The Celtics will get that back in spades as Hayward returns from a broken tibia and as Kyrie Irving, who sat out the entire playoffs, brings more firepower to the starting lineup. Boston is one of the deepest teams in the NBA, and if Jayson Tatum doesn’t hit a sophomore wall it’s possible the Celtics waiver only slightly as they move through their bench rotation. Al Horford was stellar last year. Marcus Smart is coming back. Jaylen Brown was far more valuable than many thought he would be at this stage in his career. There is no way around it, Boston is good.

This is not to lend any kind of confidence to the idea that the Warriors will have a real challenger in the Finals this season. The reality is that at full force, Golden State is better than any team in the NBA. That holds true even if Kevin Durant decides to leave next season, at least for the time being. The true enemy of the Warriors will be cap space and the aging of their core, both in terms of miles on Curry’s ankles, Iguodala’s everything, and Draymond Green’s upcoming contract. Klay Thompson has said that he wants to stay put, but anything is possible when money comes into play in the NBA.

For now, it seems as though the Warriors will continue their dominance at least through this season. Over the next three to four years, that will change. Golden State will waver, even if ever so slightly. Options will be available for teams to take over that top spot in the NBA, and someone else will win a championship.

Whether it’s the Celtics, or the Rockets, or some other team, opponents will need to pounce if Golden State shows the slightest sign of weakness, this year or next. No doubt many are prepping for that very thing.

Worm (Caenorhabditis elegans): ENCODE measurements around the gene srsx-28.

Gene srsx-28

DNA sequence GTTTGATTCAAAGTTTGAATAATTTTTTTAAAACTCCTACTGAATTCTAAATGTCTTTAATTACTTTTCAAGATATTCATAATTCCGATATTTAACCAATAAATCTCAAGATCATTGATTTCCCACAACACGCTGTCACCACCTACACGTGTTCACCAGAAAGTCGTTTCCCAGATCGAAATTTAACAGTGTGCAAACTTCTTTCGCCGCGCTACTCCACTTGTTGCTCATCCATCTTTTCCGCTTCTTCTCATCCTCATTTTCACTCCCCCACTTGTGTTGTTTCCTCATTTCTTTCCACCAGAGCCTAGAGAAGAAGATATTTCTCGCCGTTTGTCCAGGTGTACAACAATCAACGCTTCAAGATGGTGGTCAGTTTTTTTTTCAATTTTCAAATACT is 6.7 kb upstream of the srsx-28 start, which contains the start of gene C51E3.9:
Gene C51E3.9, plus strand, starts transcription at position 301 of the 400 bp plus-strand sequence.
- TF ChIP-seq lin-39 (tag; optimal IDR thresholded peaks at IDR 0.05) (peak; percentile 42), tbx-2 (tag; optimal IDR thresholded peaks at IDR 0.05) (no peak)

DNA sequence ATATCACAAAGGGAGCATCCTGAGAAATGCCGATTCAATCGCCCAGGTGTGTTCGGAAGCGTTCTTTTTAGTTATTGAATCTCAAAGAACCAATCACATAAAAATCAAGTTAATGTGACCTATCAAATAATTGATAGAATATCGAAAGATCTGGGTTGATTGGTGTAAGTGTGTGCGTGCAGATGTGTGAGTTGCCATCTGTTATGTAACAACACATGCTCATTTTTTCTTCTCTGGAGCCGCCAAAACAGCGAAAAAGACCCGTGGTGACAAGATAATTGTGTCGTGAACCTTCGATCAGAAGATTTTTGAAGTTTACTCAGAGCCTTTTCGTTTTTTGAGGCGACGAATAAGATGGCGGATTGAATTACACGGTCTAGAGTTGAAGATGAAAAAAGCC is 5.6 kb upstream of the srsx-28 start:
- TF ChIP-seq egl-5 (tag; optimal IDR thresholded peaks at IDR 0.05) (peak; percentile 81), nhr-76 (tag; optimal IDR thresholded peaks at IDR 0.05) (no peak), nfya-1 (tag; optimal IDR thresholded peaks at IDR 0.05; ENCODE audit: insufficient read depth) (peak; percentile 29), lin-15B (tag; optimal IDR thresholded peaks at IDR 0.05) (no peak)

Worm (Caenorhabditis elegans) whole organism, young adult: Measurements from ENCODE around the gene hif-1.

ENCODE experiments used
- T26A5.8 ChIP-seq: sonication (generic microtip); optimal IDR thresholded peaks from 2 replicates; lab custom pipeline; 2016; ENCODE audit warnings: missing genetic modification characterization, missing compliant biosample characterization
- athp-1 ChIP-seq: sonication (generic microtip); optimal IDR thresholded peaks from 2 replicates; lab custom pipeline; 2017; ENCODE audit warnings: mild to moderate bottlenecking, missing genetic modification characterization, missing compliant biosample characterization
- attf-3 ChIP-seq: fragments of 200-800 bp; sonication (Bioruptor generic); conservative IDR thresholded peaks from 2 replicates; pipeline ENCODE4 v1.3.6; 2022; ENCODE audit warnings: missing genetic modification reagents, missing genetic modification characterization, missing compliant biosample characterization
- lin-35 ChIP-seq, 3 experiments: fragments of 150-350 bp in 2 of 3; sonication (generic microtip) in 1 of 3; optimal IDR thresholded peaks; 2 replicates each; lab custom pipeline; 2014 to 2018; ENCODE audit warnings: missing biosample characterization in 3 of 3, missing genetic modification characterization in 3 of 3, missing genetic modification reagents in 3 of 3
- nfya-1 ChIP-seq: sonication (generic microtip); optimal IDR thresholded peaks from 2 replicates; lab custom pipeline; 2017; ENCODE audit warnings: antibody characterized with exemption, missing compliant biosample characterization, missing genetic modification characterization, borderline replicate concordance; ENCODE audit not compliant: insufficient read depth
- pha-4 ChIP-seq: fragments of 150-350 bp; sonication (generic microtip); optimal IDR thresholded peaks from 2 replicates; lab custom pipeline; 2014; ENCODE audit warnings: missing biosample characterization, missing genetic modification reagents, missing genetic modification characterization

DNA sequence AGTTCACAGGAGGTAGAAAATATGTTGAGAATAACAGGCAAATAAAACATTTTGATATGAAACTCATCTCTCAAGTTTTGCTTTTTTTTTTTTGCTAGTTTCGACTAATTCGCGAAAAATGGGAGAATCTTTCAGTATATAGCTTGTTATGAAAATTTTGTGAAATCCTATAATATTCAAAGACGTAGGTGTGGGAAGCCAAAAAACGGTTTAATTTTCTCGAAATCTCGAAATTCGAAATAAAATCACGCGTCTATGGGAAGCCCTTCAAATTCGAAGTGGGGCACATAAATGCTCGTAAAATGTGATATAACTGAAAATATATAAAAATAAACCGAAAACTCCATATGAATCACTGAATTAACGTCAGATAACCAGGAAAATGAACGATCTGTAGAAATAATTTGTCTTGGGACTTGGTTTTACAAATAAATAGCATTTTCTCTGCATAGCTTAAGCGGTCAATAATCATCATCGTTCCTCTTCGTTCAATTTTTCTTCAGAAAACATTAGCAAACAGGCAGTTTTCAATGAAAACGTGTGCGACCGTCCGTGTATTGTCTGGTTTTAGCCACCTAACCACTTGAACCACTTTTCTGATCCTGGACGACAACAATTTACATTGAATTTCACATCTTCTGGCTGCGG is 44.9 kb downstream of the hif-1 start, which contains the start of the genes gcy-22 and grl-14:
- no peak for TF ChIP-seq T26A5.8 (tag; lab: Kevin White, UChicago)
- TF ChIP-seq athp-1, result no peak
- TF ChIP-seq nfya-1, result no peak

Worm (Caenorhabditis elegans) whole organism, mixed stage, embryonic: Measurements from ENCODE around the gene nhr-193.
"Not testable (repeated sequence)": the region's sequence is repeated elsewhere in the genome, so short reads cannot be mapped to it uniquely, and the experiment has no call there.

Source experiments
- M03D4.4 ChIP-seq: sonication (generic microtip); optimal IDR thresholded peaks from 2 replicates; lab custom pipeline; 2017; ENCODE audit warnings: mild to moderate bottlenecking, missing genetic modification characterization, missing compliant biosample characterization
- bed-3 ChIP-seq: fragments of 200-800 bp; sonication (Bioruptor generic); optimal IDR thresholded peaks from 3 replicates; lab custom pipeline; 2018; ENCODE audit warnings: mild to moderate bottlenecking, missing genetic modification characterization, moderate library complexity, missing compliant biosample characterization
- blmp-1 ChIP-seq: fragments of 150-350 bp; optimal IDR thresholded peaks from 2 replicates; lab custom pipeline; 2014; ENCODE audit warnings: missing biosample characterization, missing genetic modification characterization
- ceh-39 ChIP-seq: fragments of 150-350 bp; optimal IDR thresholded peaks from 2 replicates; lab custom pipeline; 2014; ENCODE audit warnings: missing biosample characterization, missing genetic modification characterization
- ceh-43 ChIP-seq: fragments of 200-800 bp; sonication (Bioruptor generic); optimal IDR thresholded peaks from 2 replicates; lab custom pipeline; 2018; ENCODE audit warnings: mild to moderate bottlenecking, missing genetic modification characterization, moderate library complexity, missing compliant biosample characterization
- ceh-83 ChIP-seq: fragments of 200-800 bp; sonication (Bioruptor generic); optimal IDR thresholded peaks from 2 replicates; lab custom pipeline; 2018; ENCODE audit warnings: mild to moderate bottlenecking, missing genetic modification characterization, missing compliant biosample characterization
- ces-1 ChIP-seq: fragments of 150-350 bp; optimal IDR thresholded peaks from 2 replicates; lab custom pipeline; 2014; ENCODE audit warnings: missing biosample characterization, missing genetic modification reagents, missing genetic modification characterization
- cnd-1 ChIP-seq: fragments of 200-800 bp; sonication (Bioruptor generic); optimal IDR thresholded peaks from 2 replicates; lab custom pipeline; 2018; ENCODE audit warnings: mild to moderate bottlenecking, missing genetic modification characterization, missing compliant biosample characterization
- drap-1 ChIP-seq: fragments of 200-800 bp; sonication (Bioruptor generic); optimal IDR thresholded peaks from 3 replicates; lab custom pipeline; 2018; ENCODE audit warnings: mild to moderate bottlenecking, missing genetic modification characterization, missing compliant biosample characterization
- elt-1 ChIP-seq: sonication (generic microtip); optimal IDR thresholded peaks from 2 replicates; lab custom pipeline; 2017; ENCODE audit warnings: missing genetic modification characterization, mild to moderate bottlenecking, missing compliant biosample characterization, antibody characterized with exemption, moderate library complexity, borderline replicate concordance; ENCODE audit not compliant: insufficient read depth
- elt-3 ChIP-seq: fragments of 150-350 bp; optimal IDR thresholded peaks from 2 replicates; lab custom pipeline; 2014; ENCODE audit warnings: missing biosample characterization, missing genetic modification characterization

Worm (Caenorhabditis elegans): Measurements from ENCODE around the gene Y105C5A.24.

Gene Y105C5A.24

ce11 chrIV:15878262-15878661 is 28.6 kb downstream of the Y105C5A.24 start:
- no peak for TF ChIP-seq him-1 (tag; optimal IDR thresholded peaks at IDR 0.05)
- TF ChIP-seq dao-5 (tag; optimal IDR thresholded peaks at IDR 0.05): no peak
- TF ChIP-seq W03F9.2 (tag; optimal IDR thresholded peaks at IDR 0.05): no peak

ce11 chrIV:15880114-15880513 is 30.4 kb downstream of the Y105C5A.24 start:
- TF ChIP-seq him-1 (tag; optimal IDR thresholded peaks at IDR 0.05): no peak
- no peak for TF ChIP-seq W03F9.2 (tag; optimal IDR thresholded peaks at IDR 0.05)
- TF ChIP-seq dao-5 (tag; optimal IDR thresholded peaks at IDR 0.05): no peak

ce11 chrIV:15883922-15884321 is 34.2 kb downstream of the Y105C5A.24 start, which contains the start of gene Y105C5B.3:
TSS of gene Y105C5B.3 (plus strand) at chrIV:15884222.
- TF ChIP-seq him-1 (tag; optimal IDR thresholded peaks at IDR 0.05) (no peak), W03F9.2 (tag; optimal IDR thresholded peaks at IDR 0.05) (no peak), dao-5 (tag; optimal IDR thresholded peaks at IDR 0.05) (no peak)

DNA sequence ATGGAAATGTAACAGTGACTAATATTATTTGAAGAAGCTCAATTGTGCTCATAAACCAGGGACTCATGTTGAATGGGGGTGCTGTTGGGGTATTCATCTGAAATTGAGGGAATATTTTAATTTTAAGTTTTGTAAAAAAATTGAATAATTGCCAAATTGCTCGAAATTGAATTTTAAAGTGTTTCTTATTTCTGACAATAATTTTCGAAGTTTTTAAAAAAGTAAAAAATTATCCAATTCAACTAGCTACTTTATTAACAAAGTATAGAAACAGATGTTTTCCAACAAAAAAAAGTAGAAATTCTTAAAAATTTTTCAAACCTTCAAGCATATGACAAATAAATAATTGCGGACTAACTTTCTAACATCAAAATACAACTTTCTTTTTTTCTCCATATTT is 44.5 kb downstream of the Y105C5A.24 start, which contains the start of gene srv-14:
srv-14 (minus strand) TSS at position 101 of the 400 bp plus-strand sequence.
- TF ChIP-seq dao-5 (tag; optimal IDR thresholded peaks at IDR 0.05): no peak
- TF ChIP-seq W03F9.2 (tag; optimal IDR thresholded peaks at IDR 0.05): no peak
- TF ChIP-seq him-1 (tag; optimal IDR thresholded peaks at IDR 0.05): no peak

Report: Pelicans, Pistons, Kings NBA’s most active buyers in trade market

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The Pelicans are likely in a make-or-break season.

They can offer Anthony Davis a super-max extension next off season. If he signs it, he’d be locked up for five more years. If not, he’d head toward 2020 unrestricted free agency. New Orleans could keep an un-extended Davis through the 2019-20 season and hope for the best, but a trade seems inevitable if he’s not willing to sign the largest-possible extension next summer.

So, this season is the last before that moment of truth. And the Pelicans are just 15-15, tied for 10th in the Western Conference.

That’s why they’re on the far end of the trade spectrum.

Brian Windhorst of ESPN:

But what about the buyers? League executives report the New Orleans Pelicans, Detroit Pistons and Sacramento Kings lead the list of teams calling around looking for ways to upgrade their rosters in recent weeks.

All three of these teams are understandable buyers:

Pelicans

New Orleans needs to upgrade around Davis before it’s too late. He has set high standards and placed the burden on himself, but he might eventually look around and realize it shouldn’t be this hard.

The Pelicans have drafted in the first round only once since 2012 (when they picked Davis), and they traded that pick – Buddy Hield – during his rookie year. They have all their future first-round picks and could again use one to get immediate help.